Broward County, Florida has become a hotspot for young talent, but Anonymuz doesn't sound like most of the rising artists you're used to hearing from the area. On "Urameshi," the rapper and nascent producer brings a contained intensity and technical clarity over a sinister Downtime-produced beat.
"It was meant to be a fuck you to any expectations," Anonymuz says of the song, which was named after Yusuke Urameshi, Anon's favorite anime character as a kid. His music, content, and lifestyle veer from the path being carved out by other young, rebellious artists emerging from South Florida, and Anon's comfortable being different. "I see it the same way as when drill got huge [in Chicago]." he explains. "But then so did Chance the Rapper. South Florida is a pretty diverse place so anything can come out of here."
Check out "Urameshi" below, read our interview with Anonymuz under that, hear more music on the official website, and look out for the upcoming album Freedom.
First of all can we get the basics? Who are you and where are you from?
I go by Anon and I’m from Broward County, Florida. Same place as Kodak Black, XXXTentacion, Ski Mask...
I discovered you through "Urameshi." Can you tell me a little about that song and the video?
"Urameshi" was titled after my favorite character growing up, Yusuke Urameshi from Yu Yu Hakusho, but the song has nothing to do with the actual character besides the rebellious nature. I’m not an anime rapper, but Yusuke was sort of a '90s punk that never really listened to anyone and I used that theme to structure the song. It was meant to be a fuck you to any expectations.
Can you break down the meaning of your name, Anonymuz? And what is the Rxdical term that you use?
My name is Anonymuz, which really isn't a name, in a sense. I feel a name shouldn't determine who the person is, the actions of that person should determine them. So I keep it Anonymuz and I feel like my music reflects that. For Rxdical, it's hard for me to explain a concept that has several meanings, so I should start off by saying that Rxdical is something I came up with to call my fans because they differed from the norm. The name later turned into a independent label and management company that we are pushing as of now. As a Rxdical, we want to show the world that you can be you and still make it. In my life, I never wanted to conform to public opinion because everyone in this industry seems to care about that, so me being a Rxdical, I’m doing my own thing.
Were you always a nonconformist, or was there a point when you realized that it was all right to follow your own path?
Of course as a human being we all want to be accepted, but experiences with people and certain situations have lead me to become this way. And I think it's generally cool to be you—especially now in this age of social media where everybody is trying to be something that they're not.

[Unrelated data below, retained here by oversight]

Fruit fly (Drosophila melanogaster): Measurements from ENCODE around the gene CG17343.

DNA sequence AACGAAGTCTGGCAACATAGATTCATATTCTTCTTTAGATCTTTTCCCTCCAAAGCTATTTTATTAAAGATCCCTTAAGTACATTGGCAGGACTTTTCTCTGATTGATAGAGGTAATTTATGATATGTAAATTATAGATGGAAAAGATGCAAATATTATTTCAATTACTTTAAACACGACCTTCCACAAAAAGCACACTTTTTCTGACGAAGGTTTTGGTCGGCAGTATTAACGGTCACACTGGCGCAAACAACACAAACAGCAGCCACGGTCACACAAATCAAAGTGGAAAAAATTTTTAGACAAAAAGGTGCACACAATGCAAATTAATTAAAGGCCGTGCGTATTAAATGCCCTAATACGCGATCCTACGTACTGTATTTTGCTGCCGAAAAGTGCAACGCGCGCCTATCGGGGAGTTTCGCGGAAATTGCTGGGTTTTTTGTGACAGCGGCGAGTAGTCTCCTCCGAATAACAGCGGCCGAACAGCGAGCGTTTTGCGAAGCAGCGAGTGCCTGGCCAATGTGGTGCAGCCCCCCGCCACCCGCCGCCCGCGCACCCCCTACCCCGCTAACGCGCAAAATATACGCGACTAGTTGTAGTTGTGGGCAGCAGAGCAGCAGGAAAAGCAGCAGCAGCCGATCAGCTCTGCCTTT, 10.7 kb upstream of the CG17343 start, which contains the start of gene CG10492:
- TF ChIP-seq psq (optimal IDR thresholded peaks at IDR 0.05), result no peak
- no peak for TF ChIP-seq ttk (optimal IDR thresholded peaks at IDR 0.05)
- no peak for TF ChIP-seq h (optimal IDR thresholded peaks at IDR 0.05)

Who or what inspires you?
I love so much music—stuff like Nujabes, Washed Out, Carnage, and Tame Impala. I'm on a different vibe.
A lot of young artists out of Florida are on the rise right now, and your sound is pretty different from most of those. Is that hard when people start to associate a certain sound with your city?
Not really. I see it the same way as when drill got huge [in Chicago]. But then so did Chance the Rapper. South Florida is a pretty diverse place so anything can come out of here. Everybody usually associates Florida with just Miami but there's several smaller areas where there is a bunch of incredible talent that isn't getting much publicity.
I see it the same way as when drill got huge [in Chicago]. But then so did Chance the Rapper. South Florida is a pretty diverse place so anything can come out of here.
What can people expect from you in the future?
An album and a lot more shows. My team and I have been working on a tour and the first show is on May 27 in Orlando at Soundbar.
We notice the MPC board by your computer, do you produce?
Yeah, well I just recently started to take producing seriously after I decided that I wanted to have more control of my sound. I think every artist is a producer in some way, especially since we spend a lot of time in the studio with producers, but I just wanted to take it a step further. Shout out to Cole.
Did you produce any track off of your last project, Urameshi?
No, but Urameshi was the album that lead me to start producing my own beats since I was heavily involved with post production. I had fun creating that album with Downtime who was the main producer of that album. He and a few other producers I work with definitely helped mold my sound that you hear today.
For someone who's never heard your music, is there a song that you would recommend?
"VICE" because it's a testament to my songwriting. All three verses have specific themes to them, pertaining to vices. In the first verse I talked about drug abuse, the second about womanizing, and the third about a God complex. If you listen to the whole album that song will make a lot more sense to you.
Are drugs a part of your life?
No, and I think it's terrible that it's become this way. It's already caused us to lose so many great artist like Lil Peep, Fredo, and ASAP Yams. I want to set a standard in today's scene that you don't need to be influenced by these types of drugs to create good music. And by the way, that's apple juice in my double cup if you were wondering.
What's your recording process like?
We go to the studio for the final product, but my creative process usually involves a lot of coffee, movies, and series of conversations with people. I can't create music if I'm not inspired. Unlike some artists, I need to feel it in order for me to create my type of music.